Practical Magic

Alice Hoffman
From the New York Times best-selling author of The Dovekeepers... For more than two hundred years, the Owens women had been blamed for everything that went wrong in their Massachusetts town. And Gillian and Sally endured that fate as well; as children, the sisters were outsiders. Their elderly aunts almost seemed to encourage the whispers of witchery, but all Gillian and Sally wanted was to escape. One would do so by marrying, the other by running away. But the bonds they shared brought them back-almost as if by magic...

Reviews

Reviewed: 2019-01-26

After reading the "prequel" (written much more recently), I was looking forward to Practical Magic. 

Sadly, I found in lacking in pretty much every area that I liked about The Rules of Magic (I've given up on trying to make links from my reviews on GR work.) 

I looked forward to a lazy listen from the library, and waited for a while to get the unabridged version. I think it's telling that the abridged version is one third of the unabridged. I'd say that's probably right - there's very little actual story. And very little actual magic.

This falls more into the romance than fantasy world, and while that's fine, it wasn't what I hoped for after reading The Rules of Magic. Maybe it was me. Maybe it was the book, but this wasn't a match for me. I don't even know that I could give more than the most basic of sketches about plot. It felt very much all over the place. I wish she'd stuck with the ghost haunting the sisters. Instead it was a lot of tangential other stuff that made me lose interest and have to rewind to figure out if I'd fallen asleep or let my mind drift (no, just strange jumps that had very little to do with whatever the plot was supposed to be) multiple times.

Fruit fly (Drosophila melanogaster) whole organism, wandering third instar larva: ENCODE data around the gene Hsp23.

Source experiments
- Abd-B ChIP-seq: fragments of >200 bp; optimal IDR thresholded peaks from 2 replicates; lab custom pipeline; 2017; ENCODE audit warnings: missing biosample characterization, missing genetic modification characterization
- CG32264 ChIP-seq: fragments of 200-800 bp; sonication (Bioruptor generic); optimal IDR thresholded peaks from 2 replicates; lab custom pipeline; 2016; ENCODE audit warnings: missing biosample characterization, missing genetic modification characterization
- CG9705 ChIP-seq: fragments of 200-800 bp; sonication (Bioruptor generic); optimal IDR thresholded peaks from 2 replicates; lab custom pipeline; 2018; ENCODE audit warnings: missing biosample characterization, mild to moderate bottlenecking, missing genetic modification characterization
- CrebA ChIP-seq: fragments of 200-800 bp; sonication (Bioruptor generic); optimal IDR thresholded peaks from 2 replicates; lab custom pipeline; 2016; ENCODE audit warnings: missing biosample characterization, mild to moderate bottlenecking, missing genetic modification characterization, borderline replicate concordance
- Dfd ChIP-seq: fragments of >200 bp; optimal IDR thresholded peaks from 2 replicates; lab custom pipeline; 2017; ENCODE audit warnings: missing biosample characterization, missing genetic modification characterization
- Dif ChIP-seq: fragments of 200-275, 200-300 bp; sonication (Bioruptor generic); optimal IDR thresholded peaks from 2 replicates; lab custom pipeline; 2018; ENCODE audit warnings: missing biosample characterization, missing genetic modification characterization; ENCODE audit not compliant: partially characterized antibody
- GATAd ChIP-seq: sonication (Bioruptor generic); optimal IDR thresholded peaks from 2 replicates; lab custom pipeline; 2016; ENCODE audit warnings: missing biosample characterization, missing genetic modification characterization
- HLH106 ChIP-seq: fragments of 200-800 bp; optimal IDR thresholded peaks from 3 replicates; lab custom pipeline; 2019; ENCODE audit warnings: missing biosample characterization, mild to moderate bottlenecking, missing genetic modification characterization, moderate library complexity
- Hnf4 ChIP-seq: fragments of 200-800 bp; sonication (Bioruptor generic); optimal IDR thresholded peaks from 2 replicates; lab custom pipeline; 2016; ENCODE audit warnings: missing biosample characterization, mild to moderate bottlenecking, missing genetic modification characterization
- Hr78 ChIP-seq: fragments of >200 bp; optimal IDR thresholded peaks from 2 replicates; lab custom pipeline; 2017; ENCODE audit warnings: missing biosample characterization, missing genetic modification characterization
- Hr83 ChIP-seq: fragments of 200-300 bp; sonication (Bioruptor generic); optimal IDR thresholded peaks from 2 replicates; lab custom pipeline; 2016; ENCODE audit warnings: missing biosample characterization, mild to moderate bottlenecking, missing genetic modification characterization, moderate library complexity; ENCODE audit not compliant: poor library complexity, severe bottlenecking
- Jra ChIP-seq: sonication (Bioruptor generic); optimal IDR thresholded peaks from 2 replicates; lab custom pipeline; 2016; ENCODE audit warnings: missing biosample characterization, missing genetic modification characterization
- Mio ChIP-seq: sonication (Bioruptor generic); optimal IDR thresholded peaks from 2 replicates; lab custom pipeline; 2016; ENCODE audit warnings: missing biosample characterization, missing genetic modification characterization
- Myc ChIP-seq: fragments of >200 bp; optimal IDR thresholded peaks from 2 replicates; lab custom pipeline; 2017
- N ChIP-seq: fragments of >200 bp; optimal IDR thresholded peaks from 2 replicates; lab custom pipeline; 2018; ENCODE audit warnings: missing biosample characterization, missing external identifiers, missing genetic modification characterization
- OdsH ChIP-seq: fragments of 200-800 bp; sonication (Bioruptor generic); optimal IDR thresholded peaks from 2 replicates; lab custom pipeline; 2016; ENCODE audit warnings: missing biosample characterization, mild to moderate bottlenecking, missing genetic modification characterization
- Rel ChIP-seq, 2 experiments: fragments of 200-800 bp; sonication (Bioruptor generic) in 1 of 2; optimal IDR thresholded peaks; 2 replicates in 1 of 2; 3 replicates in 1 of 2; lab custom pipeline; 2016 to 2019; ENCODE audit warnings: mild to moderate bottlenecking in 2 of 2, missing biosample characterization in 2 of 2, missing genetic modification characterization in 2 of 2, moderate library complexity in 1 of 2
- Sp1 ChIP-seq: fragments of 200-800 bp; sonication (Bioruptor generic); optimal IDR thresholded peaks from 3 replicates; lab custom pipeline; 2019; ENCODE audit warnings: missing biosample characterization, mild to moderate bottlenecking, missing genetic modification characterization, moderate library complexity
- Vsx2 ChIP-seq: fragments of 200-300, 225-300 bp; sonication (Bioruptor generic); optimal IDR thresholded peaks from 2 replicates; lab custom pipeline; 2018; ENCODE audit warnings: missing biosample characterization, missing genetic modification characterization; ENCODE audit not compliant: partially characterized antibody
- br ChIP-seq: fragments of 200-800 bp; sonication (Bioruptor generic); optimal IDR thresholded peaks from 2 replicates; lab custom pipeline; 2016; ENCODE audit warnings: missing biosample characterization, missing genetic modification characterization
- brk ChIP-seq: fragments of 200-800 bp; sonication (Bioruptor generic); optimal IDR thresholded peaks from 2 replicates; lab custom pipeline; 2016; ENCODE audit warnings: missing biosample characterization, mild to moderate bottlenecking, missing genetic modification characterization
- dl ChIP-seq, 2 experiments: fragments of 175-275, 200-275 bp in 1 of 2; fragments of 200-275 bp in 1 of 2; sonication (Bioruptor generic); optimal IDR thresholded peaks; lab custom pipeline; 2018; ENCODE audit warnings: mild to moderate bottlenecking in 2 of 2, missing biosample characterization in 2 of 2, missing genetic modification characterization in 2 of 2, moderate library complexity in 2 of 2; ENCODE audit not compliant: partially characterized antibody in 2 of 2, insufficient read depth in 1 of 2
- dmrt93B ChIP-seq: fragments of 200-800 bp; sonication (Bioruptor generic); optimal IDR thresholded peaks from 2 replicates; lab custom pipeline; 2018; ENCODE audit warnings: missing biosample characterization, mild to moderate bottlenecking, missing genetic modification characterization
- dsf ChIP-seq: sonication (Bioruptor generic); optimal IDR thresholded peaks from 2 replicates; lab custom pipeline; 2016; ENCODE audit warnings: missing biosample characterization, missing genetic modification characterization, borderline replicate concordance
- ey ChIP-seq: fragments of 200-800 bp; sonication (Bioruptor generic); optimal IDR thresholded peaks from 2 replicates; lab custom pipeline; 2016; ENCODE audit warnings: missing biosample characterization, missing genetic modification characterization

This is the kind of book I like to listen to. It doesn't really require notes or underlining, so it's good for listening. But my time could've been better spent.
 

Reviewed: 2018-01-03
I hesitate to use the word magical۝ to describe this book, if only because it۪s right there in the title and I don۪t like to be redundant. But there really is something magical about it, a quality that I have seen in fairy tales and folklore but rarely executed with any success in contemporary novels.

Sisters Sally and Gillian are the descendants of a long line of beautiful, impetuous and independent Owens women. It is a matriarchal line, with each female descendant carrying the Owens name despite paternity, and with this name comes the weight of history and more than a few hints of witchcraft. The sisters are, as Hoffman describes, night and day; Sally is dark, calm and responsible, while fiery Gillian runs wild and breaks hearts at a whim. As children, they are shunned and taunted, and they desire nothing more than to be normal throughout their lives. But the prosaic is rarely in the cards for an Owens woman.

This is one of my favorite books of all-time. I read it for the first time when I was about 14, and was blown away. I've probably read it at least four times since then, and it remains enchanting each time. What really drew me in is the subtle hints of magical realism that permeate the story and give it a fairy-tale quality, while it still reflects "real" life in it's dilemmas and triumphs. Hoffman often writes in a style that allows the everyday to become subtly infused with just a hint of the mystical, keeping it just below the surface and subdued enough that it doesn't overpower the elements that are truly important, and this is one of the reasons she is among my top 10 favorite authors.
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